Which is unfortunate, because the story about her experience in Somalia, the climate of the country, the ingrained beliefs of their captors, the people they encountered or observed, the entirety of the deprivation and torture, along with the daily terror the inhabitants of the country live with—it’s all fascinating, heartbreaking, angering, and I did learn quite a bit about the Somali reality as she viewed it through this time. It would have been great if it had been followed up with a bit more reflection and some account of the intervening years (the book was written about five years after her return), just to fully let the impact of the captivity, the lost 15 months, and the fact of her regained freedom sink in. On the technical side, at least it would have helped balance out the pacing—or they could have cut the majority of the beginning. Either/or.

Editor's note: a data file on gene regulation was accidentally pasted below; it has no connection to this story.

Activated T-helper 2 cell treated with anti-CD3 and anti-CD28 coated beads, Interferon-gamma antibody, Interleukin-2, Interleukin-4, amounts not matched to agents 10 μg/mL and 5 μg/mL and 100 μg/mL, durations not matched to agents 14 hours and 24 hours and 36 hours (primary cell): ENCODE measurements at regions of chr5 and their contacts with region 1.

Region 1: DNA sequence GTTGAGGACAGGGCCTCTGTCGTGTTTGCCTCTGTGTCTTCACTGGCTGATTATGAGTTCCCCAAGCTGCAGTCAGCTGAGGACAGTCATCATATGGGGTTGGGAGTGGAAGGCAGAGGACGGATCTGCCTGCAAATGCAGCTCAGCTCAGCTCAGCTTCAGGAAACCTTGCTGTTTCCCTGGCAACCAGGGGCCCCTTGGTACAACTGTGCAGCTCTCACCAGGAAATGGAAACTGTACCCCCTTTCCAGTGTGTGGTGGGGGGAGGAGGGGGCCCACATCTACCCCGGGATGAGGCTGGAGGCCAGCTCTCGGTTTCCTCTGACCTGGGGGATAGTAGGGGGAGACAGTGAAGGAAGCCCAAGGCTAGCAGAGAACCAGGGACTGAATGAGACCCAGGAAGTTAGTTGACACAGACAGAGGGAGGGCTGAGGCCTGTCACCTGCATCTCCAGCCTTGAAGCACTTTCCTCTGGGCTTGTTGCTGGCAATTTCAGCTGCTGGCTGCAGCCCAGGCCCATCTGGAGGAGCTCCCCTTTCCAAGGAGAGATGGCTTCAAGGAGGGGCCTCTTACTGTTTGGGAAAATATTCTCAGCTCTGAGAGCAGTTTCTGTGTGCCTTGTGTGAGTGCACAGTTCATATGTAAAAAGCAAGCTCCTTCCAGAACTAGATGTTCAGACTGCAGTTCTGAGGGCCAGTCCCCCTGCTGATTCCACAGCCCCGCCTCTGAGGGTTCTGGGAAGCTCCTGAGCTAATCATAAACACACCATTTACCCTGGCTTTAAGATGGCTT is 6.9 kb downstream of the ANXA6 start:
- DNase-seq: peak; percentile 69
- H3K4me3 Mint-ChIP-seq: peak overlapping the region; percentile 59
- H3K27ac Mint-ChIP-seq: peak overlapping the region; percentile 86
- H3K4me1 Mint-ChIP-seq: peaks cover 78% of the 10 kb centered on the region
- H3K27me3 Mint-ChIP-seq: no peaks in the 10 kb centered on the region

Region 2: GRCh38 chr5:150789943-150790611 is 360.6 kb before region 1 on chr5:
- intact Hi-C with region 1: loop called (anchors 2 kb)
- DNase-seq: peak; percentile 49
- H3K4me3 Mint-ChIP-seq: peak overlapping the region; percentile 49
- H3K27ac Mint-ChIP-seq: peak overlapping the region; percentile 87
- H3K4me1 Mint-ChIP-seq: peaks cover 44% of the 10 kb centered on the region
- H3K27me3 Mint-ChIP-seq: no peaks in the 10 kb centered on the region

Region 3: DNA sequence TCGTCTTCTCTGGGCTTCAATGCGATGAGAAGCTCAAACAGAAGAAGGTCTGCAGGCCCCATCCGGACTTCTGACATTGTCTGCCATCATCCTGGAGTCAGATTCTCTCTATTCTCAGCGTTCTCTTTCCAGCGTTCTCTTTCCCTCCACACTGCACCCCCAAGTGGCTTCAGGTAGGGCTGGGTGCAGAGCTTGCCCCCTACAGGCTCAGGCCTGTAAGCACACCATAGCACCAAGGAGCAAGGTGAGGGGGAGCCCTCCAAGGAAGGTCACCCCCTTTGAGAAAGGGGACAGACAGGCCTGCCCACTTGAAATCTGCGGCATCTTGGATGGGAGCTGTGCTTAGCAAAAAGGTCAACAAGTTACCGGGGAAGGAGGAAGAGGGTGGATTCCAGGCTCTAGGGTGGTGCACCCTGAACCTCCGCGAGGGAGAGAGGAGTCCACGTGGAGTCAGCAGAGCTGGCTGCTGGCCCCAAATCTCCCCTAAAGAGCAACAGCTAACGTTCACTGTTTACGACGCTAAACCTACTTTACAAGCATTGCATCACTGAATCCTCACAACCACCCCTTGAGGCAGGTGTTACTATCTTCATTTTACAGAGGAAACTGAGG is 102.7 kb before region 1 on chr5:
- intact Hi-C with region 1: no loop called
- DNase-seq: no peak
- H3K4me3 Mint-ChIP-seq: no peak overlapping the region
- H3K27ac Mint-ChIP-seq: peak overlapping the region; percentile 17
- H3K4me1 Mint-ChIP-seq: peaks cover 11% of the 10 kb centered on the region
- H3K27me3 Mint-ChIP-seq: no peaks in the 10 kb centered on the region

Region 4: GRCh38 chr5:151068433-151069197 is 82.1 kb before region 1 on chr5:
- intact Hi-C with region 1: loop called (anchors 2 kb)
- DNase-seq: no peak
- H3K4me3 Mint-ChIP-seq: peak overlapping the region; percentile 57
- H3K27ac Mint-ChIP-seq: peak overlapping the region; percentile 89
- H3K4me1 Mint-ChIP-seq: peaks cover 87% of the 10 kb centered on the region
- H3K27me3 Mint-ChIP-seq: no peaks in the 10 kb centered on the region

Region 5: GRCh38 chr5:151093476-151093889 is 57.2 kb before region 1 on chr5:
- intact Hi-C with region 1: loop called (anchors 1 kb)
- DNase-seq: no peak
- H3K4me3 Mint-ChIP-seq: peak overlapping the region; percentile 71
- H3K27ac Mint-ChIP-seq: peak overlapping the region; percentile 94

All in all, I am glad I read it and definitely don’t want to minimize anything she went through, or trivialize the experience. I was challenged to think about some new things and learned quite a bit I hadn’t before considered about not only foreign travel but also the way westerners are looked on as foreigners to different cultures. However, I was left thinking that the presentation of the book, while initially written in an interesting enough way to be engaging, seriously dampened the effect that it had overall.
If you don’t mind a slow, sedate read that begins like a travel blog only to morph into a harrowing account of kidnapping and terror, this memoir recorded by Amanda of her experience is a powerful and eye-opening one about reality in the war-torn country of Somalia and the precarious, often futile, reality of hostage negotiation.